In an unbelievable act that the agency’s top officials are defending, the FBI has admitted that it created a phony news story in 2007 using an impersonation of an Associated Press (AP) reporter during a criminal investigation.
Shocked freedom of the press advocates say that the action has blurred the lines between the media and law enforcement in an irreparable manner, and it has generated no shortage of questions and concerns about whether the FBI even followed its own protocols.
In a recent letter to The New York Times, Director James Comey said that an FBI agent “portrayed himself as an employee of The Associated Press” seven years ago in order to catch a 15-year-old student who was suspected of making bomb threats at a high school near Olympia, Washington.
In early November, reports surfaced that the FBI had forged the AP story for its investigation, but Director Comey revealed in his letter to the Times that the agency actually went further by having an agent disguise himself as a reporter for the global newswire.
The top FBI official said that the agent who posed as an AP reporter requested the suspect review a phony AP article about threats and cyber attacks aimed at the school, “to be sure that the anonymous suspect was portrayed fairly.”
Final nail in the coffin for trust in the media (and government agencies)?
As reported by the AP:
The bogus article contained a software tool that could verify Internet addresses. The suspect clicked on a link, revealing his computer’s location and Internet address, which helped agents confirm his identity.
“That technique was proper and appropriate under Justice Department and FBI guidelines at the time. Today, the use of such an unusual technique would probably require higher-level approvals than in 2007, but it would still be lawful and, in a rare case, appropriate,” Comey wrote to the Times.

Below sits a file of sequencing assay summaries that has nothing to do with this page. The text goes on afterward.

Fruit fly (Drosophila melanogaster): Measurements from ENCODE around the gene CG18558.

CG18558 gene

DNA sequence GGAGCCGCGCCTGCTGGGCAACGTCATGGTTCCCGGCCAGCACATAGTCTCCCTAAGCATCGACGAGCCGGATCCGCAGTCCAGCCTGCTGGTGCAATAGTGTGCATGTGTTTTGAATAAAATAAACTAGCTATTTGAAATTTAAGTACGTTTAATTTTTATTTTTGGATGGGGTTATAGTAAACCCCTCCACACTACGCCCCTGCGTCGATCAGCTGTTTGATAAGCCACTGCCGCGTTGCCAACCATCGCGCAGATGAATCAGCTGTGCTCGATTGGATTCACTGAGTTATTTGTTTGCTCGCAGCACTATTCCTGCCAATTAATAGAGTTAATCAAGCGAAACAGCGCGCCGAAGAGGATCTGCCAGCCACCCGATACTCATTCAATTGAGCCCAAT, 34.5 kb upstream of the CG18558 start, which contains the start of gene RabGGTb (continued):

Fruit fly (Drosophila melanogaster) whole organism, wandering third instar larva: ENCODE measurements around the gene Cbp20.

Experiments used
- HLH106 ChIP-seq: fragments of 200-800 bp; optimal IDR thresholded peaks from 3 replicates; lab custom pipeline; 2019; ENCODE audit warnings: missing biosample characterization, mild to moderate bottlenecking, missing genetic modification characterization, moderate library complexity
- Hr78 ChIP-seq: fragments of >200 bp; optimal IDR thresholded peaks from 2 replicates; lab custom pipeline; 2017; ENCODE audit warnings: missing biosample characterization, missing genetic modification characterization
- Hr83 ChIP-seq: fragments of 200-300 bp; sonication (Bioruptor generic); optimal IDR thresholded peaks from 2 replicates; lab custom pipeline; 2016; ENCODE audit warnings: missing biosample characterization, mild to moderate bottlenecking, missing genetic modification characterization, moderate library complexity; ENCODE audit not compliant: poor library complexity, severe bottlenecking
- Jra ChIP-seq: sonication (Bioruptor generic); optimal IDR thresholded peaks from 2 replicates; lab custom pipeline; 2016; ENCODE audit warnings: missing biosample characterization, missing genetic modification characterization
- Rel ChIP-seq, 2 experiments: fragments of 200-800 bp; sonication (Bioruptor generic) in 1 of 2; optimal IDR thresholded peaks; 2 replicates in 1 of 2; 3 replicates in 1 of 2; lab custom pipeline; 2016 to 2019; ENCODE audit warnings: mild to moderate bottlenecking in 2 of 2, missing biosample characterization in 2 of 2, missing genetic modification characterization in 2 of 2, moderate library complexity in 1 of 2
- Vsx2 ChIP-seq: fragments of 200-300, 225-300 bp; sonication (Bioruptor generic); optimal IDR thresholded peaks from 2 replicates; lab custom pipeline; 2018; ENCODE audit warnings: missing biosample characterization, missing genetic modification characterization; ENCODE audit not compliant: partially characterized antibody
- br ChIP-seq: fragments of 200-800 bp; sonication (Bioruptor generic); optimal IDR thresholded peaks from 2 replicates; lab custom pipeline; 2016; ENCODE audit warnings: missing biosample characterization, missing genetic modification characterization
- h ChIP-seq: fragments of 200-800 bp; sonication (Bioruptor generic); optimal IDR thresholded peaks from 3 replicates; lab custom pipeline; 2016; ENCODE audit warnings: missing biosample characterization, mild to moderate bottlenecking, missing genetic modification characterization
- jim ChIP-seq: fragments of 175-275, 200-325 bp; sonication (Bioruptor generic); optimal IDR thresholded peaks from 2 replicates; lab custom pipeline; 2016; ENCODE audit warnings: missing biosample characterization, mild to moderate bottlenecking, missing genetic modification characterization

As you might imagine, the AP did not concur. Kathleen Carroll, the wire service’s executive editor, labeled the FBI’s action “unacceptable,” adding in a statement:
“This latest revelation of how the FBI misappropriated the trusted name of The Associated Press doubles our concern and outrage, expressed earlier to Attorney General Eric Holder, about how the agency’s unacceptable tactics undermine AP and the vital distinction between the government and the press.”
The AP requested in a letter to the Justice Department in early November that the attorney generals promise that the department would never repeat the tactic of misrepresenting the AP, asking as well for policies to make sure that the DOJ no longer claims in investigations to represent media organizations.
An activist and free press organization, the Reporters Committee for Freedom of the Press, in a letter of its own to Comey and Holder, also requested that the department fully disclose everything about the incident.
Deception ‘has long been a critical tool‘ in FBI arsenal
“The utilization of news media as a cover for delivery of electronic surveillance software is unacceptable,” said the group’s letter. “This practice endangers the media’s credibility and creates the appearance that it is not independent of the government. It undermines media organizations’ ability to independently report on law enforcement.”
The letter added that the FBI’s tactic appears to be a violation of DOJ standards because there was no adequate review or disclosure about the phony story to the federal judge who approved the initial FBI warrant and counsel.
“The failure to comply with the FBI and Attorney General’s own requirements regarding news media impersonation is inexcusable,” stated the letter, which was co-signed by more than two dozen organizations, including The New York Times Company, the Gannett Co., The Washington Post, The McClatchy Company and the American Society of News Editors.
In his letter to the Times, though, Comey further defended the bureau’s actions, saying that all undercover operations involve deception, “which has long been a critical tool in fighting crime.”
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